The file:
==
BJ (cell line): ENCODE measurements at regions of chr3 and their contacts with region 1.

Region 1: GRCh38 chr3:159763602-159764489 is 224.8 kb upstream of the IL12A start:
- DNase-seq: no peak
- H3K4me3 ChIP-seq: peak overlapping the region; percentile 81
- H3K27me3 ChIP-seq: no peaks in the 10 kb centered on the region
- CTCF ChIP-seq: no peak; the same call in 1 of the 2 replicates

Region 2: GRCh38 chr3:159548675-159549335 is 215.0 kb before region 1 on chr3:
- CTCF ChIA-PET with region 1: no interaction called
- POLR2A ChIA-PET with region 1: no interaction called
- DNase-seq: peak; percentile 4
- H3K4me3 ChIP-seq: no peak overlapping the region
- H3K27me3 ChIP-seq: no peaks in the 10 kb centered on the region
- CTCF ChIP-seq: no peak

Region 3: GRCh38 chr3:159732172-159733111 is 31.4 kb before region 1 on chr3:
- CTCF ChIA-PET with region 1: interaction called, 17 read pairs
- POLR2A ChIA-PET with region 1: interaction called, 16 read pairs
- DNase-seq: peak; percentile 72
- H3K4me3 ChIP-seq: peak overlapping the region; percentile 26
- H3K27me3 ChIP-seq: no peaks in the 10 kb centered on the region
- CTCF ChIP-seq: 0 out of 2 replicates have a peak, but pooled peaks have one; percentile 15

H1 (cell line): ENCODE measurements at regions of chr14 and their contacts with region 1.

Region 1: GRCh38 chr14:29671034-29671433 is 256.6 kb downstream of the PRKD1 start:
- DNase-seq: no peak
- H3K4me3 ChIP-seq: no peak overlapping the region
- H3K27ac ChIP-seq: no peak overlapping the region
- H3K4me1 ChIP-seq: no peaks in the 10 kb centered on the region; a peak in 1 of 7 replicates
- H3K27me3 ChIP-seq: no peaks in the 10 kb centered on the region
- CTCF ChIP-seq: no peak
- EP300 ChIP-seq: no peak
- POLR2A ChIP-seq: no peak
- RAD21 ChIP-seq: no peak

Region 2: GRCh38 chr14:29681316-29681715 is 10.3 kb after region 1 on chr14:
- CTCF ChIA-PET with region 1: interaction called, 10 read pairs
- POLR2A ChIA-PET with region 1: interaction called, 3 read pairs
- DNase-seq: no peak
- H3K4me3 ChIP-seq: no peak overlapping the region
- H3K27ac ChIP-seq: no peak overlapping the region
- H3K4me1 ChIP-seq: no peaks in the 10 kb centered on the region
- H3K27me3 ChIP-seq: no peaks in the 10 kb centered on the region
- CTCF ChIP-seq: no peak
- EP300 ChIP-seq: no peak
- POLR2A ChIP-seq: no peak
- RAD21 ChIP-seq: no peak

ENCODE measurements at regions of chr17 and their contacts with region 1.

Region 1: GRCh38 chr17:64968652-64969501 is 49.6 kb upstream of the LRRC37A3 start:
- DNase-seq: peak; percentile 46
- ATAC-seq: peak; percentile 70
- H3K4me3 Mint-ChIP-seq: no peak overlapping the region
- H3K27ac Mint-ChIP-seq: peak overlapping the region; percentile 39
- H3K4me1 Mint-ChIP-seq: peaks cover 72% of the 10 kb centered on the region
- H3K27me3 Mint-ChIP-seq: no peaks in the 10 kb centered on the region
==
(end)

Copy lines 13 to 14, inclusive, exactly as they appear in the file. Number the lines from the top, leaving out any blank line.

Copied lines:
- CTCF ChIP-seq: no peak

Region 3: GRCh38 chr3:159732172-159733111 is 31.4 kb before region 1 on chr3: